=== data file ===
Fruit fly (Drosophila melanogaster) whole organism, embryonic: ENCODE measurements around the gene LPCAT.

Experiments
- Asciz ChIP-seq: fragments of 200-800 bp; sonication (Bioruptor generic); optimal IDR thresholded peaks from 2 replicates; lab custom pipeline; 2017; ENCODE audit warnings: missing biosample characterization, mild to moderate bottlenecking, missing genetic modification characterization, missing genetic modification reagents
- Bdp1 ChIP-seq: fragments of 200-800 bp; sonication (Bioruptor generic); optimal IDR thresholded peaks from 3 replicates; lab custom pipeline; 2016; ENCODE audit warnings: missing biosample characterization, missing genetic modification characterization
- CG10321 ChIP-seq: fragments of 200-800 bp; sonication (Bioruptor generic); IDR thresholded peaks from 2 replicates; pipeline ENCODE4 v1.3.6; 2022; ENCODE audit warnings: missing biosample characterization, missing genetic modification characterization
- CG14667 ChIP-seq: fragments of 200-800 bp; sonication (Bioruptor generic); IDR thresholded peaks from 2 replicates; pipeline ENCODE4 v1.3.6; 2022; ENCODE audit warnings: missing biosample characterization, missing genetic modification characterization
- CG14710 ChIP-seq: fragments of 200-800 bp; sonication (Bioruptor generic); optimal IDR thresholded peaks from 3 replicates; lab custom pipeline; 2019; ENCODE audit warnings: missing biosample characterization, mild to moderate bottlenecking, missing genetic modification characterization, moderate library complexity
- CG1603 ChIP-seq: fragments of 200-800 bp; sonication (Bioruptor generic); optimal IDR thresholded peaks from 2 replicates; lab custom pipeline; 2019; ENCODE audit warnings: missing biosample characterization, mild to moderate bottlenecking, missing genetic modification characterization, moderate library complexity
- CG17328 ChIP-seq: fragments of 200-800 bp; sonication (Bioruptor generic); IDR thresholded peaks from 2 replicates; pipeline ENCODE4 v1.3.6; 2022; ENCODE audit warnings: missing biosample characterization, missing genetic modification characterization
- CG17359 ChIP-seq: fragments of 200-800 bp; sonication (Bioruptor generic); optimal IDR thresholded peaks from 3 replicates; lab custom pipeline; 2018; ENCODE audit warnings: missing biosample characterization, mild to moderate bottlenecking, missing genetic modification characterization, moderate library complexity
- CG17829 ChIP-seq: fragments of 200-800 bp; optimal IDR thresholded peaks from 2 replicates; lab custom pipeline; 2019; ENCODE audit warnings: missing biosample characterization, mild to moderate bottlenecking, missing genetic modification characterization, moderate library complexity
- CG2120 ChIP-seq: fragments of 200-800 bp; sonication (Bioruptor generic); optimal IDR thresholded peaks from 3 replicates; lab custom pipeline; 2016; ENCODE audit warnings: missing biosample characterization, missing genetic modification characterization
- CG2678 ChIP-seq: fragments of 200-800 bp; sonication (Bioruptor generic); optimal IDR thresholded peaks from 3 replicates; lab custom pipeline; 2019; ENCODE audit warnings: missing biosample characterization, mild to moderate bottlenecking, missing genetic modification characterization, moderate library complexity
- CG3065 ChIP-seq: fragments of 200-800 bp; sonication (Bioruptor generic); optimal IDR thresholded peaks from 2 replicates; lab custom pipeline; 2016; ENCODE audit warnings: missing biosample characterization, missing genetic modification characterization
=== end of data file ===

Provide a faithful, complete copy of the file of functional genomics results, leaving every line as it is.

Fruit fly (Drosophila melanogaster) whole organism, embryonic: ENCODE measurements around the gene LPCAT.

Experiments
- Asciz ChIP-seq: fragments of 200-800 bp; sonication (Bioruptor generic); optimal IDR thresholded peaks from 2 replicates; lab custom pipeline; 2017; ENCODE audit warnings: missing biosample characterization, mild to moderate bottlenecking, missing genetic modification characterization, missing genetic modification reagents
- Bdp1 ChIP-seq: fragments of 200-800 bp; sonication (Bioruptor generic); optimal IDR thresholded peaks from 3 replicates; lab custom pipeline; 2016; ENCODE audit warnings: missing biosample characterization, missing genetic modification characterization
- CG10321 ChIP-seq: fragments of 200-800 bp; sonication (Bioruptor generic); IDR thresholded peaks from 2 replicates; pipeline ENCODE4 v1.3.6; 2022; ENCODE audit warnings: missing biosample characterization, missing genetic modification characterization
- CG14667 ChIP-seq: fragments of 200-800 bp; sonication (Bioruptor generic); IDR thresholded peaks from 2 replicates; pipeline ENCODE4 v1.3.6; 2022; ENCODE audit warnings: missing biosample characterization, missing genetic modification characterization
- CG14710 ChIP-seq: fragments of 200-800 bp; sonication (Bioruptor generic); optimal IDR thresholded peaks from 3 replicates; lab custom pipeline; 2019; ENCODE audit warnings: missing biosample characterization, mild to moderate bottlenecking, missing genetic modification characterization, moderate library complexity
- CG1603 ChIP-seq: fragments of 200-800 bp; sonication (Bioruptor generic); optimal IDR thresholded peaks from 2 replicates; lab custom pipeline; 2019; ENCODE audit warnings: missing biosample characterization, mild to moderate bottlenecking, missing genetic modification characterization, moderate library complexity
- CG17328 ChIP-seq: fragments of 200-800 bp; sonication (Bioruptor generic); IDR thresholded peaks from 2 replicates; pipeline ENCODE4 v1.3.6; 2022; ENCODE audit warnings: missing biosample characterization, missing genetic modification characterization
- CG17359 ChIP-seq: fragments of 200-800 bp; sonication (Bioruptor generic); optimal IDR thresholded peaks from 3 replicates; lab custom pipeline; 2018; ENCODE audit warnings: missing biosample characterization, mild to moderate bottlenecking, missing genetic modification characterization, moderate library complexity
- CG17829 ChIP-seq: fragments of 200-800 bp; optimal IDR thresholded peaks from 2 replicates; lab custom pipeline; 2019; ENCODE audit warnings: missing biosample characterization, mild to moderate bottlenecking, missing genetic modification characterization, moderate library complexity
- CG2120 ChIP-seq: fragments of 200-800 bp; sonication (Bioruptor generic); optimal IDR thresholded peaks from 3 replicates; lab custom pipeline; 2016; ENCODE audit warnings: missing biosample characterization, missing genetic modification characterization
- CG2678 ChIP-seq: fragments of 200-800 bp; sonication (Bioruptor generic); optimal IDR thresholded peaks from 3 replicates; lab custom pipeline; 2019; ENCODE audit warnings: missing biosample characterization, mild to moderate bottlenecking, missing genetic modification characterization, moderate library complexity
- CG3065 ChIP-seq: fragments of 200-800 bp; sonication (Bioruptor generic); optimal IDR thresholded peaks from 2 replicates; lab custom pipeline; 2016; ENCODE audit warnings: missing biosample characterization, missing genetic modification characterization